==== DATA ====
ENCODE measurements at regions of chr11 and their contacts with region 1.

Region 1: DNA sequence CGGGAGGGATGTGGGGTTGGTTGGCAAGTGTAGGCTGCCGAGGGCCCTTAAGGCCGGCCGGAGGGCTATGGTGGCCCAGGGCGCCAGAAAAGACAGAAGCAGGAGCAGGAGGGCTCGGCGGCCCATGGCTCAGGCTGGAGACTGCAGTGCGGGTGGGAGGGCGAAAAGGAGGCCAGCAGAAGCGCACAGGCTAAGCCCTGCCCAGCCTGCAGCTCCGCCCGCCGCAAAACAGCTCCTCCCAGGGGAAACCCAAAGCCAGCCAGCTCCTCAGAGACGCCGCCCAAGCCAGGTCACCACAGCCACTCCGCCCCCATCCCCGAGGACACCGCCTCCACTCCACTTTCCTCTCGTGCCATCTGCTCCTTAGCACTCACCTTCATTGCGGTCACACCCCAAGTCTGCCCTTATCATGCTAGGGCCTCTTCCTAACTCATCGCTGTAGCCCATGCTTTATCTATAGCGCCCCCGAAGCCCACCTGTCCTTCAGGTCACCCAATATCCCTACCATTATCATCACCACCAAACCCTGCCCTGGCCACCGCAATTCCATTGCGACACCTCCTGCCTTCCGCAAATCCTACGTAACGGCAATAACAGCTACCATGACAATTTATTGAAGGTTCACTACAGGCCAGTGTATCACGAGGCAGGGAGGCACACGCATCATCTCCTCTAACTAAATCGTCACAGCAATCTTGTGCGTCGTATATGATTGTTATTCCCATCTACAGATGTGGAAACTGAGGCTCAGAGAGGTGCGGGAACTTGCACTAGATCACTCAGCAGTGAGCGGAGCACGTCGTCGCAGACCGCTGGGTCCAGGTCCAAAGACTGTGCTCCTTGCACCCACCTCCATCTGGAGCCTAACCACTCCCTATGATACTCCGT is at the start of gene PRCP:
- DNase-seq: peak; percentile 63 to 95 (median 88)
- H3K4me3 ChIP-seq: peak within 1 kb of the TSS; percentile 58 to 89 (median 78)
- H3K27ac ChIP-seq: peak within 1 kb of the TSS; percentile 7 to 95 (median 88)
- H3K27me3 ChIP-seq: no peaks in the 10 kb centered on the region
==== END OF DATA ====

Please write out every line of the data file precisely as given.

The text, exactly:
ENCODE measurements at regions of chr11 and their contacts with region 1.

Region 1: DNA sequence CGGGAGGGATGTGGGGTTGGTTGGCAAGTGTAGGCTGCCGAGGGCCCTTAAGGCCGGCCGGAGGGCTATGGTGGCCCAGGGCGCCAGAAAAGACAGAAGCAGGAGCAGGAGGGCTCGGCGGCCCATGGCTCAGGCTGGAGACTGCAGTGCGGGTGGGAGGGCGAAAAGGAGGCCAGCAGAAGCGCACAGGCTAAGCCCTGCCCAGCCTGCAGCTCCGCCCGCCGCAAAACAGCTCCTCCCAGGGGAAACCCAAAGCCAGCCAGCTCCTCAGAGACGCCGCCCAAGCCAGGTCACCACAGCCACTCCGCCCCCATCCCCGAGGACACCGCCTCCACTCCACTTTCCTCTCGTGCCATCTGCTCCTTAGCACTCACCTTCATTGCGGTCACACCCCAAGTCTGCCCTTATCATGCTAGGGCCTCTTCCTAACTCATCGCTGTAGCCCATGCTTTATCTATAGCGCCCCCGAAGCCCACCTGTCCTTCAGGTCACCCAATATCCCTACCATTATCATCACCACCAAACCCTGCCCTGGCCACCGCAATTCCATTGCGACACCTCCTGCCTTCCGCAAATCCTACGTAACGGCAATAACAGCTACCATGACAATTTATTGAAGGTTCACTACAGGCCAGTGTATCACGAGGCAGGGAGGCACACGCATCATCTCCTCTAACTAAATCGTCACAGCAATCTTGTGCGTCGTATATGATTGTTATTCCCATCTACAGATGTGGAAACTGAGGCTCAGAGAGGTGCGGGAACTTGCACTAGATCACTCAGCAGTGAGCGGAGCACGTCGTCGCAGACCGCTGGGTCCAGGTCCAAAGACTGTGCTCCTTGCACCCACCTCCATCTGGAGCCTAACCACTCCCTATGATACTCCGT is at the start of gene PRCP:
- DNase-seq: peak; percentile 63 to 95 (median 88)
- H3K4me3 ChIP-seq: peak within 1 kb of the TSS; percentile 58 to 89 (median 78)
- H3K27ac ChIP-seq: peak within 1 kb of the TSS; percentile 7 to 95 (median 88)
- H3K27me3 ChIP-seq: no peaks in the 10 kb centered on the region